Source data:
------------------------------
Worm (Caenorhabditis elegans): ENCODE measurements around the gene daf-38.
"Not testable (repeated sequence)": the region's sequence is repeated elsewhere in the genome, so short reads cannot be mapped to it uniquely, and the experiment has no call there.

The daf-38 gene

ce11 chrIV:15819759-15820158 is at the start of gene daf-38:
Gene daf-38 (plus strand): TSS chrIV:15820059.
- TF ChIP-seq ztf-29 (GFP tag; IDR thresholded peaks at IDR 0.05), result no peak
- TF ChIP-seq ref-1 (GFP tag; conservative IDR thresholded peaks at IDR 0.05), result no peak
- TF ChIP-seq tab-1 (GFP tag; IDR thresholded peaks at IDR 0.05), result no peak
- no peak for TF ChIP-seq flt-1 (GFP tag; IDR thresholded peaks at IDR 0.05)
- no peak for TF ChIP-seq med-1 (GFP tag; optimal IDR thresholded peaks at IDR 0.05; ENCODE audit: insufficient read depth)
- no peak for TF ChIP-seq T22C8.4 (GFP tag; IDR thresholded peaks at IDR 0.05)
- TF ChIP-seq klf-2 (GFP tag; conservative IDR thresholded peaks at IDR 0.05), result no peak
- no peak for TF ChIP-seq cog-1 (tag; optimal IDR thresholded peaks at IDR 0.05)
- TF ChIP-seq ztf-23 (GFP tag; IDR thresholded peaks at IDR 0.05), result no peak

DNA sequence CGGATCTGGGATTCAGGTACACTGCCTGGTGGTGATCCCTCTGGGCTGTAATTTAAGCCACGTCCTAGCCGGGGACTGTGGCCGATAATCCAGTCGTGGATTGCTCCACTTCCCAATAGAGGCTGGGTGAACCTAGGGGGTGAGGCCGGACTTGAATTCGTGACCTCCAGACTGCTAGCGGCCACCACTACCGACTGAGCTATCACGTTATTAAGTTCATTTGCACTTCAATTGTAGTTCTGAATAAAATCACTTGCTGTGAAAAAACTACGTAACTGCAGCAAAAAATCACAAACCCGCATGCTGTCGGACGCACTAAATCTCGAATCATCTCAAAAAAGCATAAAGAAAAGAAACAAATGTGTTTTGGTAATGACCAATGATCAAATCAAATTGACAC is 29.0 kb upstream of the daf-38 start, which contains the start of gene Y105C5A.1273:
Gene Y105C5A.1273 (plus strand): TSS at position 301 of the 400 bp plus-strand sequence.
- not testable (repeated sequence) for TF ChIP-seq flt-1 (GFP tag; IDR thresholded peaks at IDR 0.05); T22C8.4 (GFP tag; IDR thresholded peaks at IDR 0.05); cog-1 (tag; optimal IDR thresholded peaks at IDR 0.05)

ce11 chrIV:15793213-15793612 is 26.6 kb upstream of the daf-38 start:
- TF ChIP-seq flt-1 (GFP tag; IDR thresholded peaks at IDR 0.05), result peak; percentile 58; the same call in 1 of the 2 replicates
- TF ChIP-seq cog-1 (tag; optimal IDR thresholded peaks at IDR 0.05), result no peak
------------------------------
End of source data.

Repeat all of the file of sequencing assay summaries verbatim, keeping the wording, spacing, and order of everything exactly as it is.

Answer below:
Worm (Caenorhabditis elegans): ENCODE measurements around the gene daf-38.
"Not testable (repeated sequence)": the region's sequence is repeated elsewhere in the genome, so short reads cannot be mapped to it uniquely, and the experiment has no call there.

The daf-38 gene

ce11 chrIV:15819759-15820158 is at the start of gene daf-38:
Gene daf-38 (plus strand): TSS chrIV:15820059.
- TF ChIP-seq ztf-29 (GFP tag; IDR thresholded peaks at IDR 0.05), result no peak
- TF ChIP-seq ref-1 (GFP tag; conservative IDR thresholded peaks at IDR 0.05), result no peak
- TF ChIP-seq tab-1 (GFP tag; IDR thresholded peaks at IDR 0.05), result no peak
- no peak for TF ChIP-seq flt-1 (GFP tag; IDR thresholded peaks at IDR 0.05)
- no peak for TF ChIP-seq med-1 (GFP tag; optimal IDR thresholded peaks at IDR 0.05; ENCODE audit: insufficient read depth)
- no peak for TF ChIP-seq T22C8.4 (GFP tag; IDR thresholded peaks at IDR 0.05)
- TF ChIP-seq klf-2 (GFP tag; conservative IDR thresholded peaks at IDR 0.05), result no peak
- no peak for TF ChIP-seq cog-1 (tag; optimal IDR thresholded peaks at IDR 0.05)
- TF ChIP-seq ztf-23 (GFP tag; IDR thresholded peaks at IDR 0.05), result no peak

DNA sequence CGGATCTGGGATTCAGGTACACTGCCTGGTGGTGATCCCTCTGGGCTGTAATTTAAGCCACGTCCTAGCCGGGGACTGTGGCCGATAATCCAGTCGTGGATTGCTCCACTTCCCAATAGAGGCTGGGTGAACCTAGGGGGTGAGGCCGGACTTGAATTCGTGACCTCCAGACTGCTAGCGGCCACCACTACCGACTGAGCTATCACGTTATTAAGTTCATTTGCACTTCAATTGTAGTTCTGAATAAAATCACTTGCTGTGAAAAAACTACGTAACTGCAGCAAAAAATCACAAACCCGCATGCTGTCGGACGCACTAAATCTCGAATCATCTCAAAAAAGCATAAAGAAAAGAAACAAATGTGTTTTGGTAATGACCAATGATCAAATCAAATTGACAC is 29.0 kb upstream of the daf-38 start, which contains the start of gene Y105C5A.1273:
Gene Y105C5A.1273 (plus strand): TSS at position 301 of the 400 bp plus-strand sequence.
- not testable (repeated sequence) for TF ChIP-seq flt-1 (GFP tag; IDR thresholded peaks at IDR 0.05); T22C8.4 (GFP tag; IDR thresholded peaks at IDR 0.05); cog-1 (tag; optimal IDR thresholded peaks at IDR 0.05)

ce11 chrIV:15793213-15793612 is 26.6 kb upstream of the daf-38 start:
- TF ChIP-seq flt-1 (GFP tag; IDR thresholded peaks at IDR 0.05), result peak; percentile 58; the same call in 1 of the 2 replicates
- TF ChIP-seq cog-1 (tag; optimal IDR thresholded peaks at IDR 0.05), result no peak